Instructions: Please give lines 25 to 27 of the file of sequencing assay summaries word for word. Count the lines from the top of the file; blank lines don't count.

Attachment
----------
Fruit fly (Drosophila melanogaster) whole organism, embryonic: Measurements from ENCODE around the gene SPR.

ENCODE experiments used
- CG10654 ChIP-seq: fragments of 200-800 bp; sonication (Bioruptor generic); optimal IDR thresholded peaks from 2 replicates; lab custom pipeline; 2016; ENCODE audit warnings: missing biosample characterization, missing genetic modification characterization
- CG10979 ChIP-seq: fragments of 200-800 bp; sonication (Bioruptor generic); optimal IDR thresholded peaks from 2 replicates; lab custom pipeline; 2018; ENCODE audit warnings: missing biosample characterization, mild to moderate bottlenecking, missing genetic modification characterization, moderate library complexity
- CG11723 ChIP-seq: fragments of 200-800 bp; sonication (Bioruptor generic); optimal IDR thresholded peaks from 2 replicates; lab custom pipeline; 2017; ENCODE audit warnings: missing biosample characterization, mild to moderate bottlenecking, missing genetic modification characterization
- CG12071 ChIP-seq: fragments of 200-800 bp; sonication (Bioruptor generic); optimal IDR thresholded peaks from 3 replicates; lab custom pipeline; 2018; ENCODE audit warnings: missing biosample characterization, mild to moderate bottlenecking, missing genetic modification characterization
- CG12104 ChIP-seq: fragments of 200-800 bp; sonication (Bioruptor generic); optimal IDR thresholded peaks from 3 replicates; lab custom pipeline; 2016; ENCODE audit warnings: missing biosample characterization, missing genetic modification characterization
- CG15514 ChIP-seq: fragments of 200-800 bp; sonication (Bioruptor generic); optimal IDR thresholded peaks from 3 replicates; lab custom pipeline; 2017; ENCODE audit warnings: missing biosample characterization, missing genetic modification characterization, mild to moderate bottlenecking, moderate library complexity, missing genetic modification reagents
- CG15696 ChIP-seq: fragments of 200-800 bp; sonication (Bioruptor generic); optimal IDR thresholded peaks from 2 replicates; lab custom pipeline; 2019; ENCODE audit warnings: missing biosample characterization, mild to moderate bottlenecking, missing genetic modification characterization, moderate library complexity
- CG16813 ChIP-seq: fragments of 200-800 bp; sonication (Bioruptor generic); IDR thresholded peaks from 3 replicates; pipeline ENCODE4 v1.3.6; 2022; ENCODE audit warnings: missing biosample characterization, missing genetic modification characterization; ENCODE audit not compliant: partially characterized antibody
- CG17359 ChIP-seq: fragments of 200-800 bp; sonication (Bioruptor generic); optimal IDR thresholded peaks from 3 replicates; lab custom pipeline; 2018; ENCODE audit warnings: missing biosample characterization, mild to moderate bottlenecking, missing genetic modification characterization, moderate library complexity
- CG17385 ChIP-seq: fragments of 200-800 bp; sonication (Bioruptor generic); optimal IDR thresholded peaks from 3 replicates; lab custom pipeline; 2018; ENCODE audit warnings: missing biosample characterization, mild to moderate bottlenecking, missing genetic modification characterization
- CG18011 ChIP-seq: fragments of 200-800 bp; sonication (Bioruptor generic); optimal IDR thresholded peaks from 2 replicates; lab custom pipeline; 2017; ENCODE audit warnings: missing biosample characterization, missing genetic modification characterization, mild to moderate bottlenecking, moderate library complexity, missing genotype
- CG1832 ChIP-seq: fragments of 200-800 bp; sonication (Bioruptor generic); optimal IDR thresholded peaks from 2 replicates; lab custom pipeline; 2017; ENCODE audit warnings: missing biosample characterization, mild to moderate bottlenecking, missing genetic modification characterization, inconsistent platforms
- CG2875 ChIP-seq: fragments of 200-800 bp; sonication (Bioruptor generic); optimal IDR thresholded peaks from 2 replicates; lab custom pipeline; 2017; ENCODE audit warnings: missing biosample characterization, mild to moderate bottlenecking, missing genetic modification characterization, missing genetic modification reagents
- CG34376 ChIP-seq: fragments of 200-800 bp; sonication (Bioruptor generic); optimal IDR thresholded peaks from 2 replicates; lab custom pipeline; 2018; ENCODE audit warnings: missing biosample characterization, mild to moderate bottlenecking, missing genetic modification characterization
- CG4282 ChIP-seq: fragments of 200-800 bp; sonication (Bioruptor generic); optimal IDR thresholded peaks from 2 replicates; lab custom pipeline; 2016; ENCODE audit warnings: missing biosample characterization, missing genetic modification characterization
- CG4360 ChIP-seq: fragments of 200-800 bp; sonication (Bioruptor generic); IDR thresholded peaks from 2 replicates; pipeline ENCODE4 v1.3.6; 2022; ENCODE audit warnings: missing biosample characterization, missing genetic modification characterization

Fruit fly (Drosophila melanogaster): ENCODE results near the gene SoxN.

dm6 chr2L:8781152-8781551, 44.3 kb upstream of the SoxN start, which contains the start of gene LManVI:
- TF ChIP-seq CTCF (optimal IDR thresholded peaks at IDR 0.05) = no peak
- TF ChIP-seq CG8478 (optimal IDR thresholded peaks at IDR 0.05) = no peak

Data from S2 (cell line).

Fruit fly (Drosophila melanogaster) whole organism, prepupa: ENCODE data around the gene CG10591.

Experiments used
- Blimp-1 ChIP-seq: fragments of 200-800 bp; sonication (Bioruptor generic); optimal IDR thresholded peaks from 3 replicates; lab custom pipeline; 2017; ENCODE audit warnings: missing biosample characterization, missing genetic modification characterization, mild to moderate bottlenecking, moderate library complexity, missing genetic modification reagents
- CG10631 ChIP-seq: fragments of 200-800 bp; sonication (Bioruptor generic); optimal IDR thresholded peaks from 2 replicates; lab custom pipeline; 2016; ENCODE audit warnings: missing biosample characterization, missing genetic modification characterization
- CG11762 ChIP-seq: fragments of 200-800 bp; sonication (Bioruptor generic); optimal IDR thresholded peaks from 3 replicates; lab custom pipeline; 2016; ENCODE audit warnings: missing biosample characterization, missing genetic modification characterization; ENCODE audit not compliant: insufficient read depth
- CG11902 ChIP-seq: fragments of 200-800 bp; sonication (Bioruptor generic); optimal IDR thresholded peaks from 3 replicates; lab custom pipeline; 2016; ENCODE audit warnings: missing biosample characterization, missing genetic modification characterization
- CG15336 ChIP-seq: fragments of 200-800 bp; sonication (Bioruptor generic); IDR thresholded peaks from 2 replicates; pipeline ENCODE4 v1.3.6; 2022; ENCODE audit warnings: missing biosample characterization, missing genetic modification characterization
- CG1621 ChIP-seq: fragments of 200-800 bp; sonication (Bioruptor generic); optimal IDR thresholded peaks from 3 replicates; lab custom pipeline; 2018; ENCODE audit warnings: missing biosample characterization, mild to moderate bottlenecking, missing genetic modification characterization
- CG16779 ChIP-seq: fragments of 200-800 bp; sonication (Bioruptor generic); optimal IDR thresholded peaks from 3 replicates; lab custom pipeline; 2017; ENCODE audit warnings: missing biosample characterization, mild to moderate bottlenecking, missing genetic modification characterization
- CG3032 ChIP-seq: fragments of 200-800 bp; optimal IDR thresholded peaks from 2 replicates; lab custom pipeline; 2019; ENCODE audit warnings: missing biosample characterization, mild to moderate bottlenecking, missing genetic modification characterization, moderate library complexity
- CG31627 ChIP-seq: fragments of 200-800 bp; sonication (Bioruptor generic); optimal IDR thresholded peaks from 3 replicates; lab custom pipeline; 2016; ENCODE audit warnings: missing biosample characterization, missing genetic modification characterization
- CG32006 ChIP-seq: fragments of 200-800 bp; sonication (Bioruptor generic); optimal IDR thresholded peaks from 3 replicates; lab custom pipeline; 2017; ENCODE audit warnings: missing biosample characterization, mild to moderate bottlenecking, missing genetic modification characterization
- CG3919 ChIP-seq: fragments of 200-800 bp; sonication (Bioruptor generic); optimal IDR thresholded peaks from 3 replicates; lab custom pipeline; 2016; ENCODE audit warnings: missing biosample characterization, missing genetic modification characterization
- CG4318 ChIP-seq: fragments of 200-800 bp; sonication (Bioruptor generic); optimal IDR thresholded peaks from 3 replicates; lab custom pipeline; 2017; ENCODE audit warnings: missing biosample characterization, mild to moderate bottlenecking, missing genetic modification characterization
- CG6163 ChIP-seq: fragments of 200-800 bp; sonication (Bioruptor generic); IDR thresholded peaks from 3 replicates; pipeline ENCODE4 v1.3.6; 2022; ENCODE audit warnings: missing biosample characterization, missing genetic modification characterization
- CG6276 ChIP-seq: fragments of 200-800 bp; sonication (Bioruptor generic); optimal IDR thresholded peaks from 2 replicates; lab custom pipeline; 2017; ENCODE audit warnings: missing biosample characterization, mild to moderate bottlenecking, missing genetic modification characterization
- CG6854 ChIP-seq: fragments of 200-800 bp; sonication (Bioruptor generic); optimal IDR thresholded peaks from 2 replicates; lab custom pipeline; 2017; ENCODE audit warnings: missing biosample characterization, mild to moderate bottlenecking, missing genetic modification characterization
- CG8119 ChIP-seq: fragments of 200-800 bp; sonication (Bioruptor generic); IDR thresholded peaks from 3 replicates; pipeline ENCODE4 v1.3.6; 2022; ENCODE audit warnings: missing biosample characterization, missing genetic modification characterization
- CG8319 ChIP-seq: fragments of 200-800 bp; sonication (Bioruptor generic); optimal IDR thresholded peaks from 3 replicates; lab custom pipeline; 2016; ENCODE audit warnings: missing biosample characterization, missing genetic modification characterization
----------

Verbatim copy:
Experiments used
- Blimp-1 ChIP-seq: fragments of 200-800 bp; sonication (Bioruptor generic); optimal IDR thresholded peaks from 3 replicates; lab custom pipeline; 2017; ENCODE audit warnings: missing biosample characterization, missing genetic modification characterization, mild to moderate bottlenecking, moderate library complexity, missing genetic modification reagents
- CG10631 ChIP-seq: fragments of 200-800 bp; sonication (Bioruptor generic); optimal IDR thresholded peaks from 2 replicates; lab custom pipeline; 2016; ENCODE audit warnings: missing biosample characterization, missing genetic modification characterization